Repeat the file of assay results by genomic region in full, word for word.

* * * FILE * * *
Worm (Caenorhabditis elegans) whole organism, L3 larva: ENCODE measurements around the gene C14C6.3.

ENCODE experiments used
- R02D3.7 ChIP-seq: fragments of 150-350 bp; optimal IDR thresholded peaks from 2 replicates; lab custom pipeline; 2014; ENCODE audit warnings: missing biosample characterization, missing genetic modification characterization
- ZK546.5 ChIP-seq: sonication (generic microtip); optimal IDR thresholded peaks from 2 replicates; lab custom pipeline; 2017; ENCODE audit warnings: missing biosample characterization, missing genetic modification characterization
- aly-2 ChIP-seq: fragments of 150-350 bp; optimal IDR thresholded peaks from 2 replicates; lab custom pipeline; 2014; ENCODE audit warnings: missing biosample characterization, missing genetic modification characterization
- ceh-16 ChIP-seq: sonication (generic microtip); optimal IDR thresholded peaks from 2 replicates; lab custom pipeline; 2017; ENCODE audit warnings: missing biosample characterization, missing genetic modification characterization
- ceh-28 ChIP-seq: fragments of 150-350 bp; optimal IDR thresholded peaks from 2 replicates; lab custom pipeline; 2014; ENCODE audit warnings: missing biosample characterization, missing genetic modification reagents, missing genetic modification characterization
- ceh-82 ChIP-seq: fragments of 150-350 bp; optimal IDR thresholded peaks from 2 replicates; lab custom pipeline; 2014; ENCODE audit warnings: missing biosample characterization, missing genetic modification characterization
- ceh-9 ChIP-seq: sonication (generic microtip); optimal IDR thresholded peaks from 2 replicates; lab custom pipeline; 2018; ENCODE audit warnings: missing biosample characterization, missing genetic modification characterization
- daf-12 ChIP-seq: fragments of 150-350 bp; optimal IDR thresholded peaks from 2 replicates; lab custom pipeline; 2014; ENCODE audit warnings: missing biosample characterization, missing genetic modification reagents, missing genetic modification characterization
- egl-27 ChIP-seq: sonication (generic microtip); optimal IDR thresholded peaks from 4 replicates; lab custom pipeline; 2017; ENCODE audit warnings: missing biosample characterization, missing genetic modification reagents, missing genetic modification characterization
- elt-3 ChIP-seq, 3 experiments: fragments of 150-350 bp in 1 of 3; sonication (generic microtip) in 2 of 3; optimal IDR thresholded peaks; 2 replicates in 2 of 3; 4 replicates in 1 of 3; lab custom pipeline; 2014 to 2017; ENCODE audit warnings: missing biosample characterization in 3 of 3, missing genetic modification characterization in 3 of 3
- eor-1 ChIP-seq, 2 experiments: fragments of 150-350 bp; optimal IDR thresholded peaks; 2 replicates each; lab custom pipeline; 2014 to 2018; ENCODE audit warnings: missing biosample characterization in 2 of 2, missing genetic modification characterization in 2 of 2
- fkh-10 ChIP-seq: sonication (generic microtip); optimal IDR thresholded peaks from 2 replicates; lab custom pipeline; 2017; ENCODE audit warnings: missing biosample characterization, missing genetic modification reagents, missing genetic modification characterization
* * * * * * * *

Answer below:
Worm (Caenorhabditis elegans) whole organism, L3 larva: ENCODE measurements around the gene C14C6.3.

ENCODE experiments used
- R02D3.7 ChIP-seq: fragments of 150-350 bp; optimal IDR thresholded peaks from 2 replicates; lab custom pipeline; 2014; ENCODE audit warnings: missing biosample characterization, missing genetic modification characterization
- ZK546.5 ChIP-seq: sonication (generic microtip); optimal IDR thresholded peaks from 2 replicates; lab custom pipeline; 2017; ENCODE audit warnings: missing biosample characterization, missing genetic modification characterization
- aly-2 ChIP-seq: fragments of 150-350 bp; optimal IDR thresholded peaks from 2 replicates; lab custom pipeline; 2014; ENCODE audit warnings: missing biosample characterization, missing genetic modification characterization
- ceh-16 ChIP-seq: sonication (generic microtip); optimal IDR thresholded peaks from 2 replicates; lab custom pipeline; 2017; ENCODE audit warnings: missing biosample characterization, missing genetic modification characterization
- ceh-28 ChIP-seq: fragments of 150-350 bp; optimal IDR thresholded peaks from 2 replicates; lab custom pipeline; 2014; ENCODE audit warnings: missing biosample characterization, missing genetic modification reagents, missing genetic modification characterization
- ceh-82 ChIP-seq: fragments of 150-350 bp; optimal IDR thresholded peaks from 2 replicates; lab custom pipeline; 2014; ENCODE audit warnings: missing biosample characterization, missing genetic modification characterization
- ceh-9 ChIP-seq: sonication (generic microtip); optimal IDR thresholded peaks from 2 replicates; lab custom pipeline; 2018; ENCODE audit warnings: missing biosample characterization, missing genetic modification characterization
- daf-12 ChIP-seq: fragments of 150-350 bp; optimal IDR thresholded peaks from 2 replicates; lab custom pipeline; 2014; ENCODE audit warnings: missing biosample characterization, missing genetic modification reagents, missing genetic modification characterization
- egl-27 ChIP-seq: sonication (generic microtip); optimal IDR thresholded peaks from 4 replicates; lab custom pipeline; 2017; ENCODE audit warnings: missing biosample characterization, missing genetic modification reagents, missing genetic modification characterization
- elt-3 ChIP-seq, 3 experiments: fragments of 150-350 bp in 1 of 3; sonication (generic microtip) in 2 of 3; optimal IDR thresholded peaks; 2 replicates in 2 of 3; 4 replicates in 1 of 3; lab custom pipeline; 2014 to 2017; ENCODE audit warnings: missing biosample characterization in 3 of 3, missing genetic modification characterization in 3 of 3
- eor-1 ChIP-seq, 2 experiments: fragments of 150-350 bp; optimal IDR thresholded peaks; 2 replicates each; lab custom pipeline; 2014 to 2018; ENCODE audit warnings: missing biosample characterization in 2 of 2, missing genetic modification characterization in 2 of 2
- fkh-10 ChIP-seq: sonication (generic microtip); optimal IDR thresholded peaks from 2 replicates; lab custom pipeline; 2017; ENCODE audit warnings: missing biosample characterization, missing genetic modification reagents, missing genetic modification characterization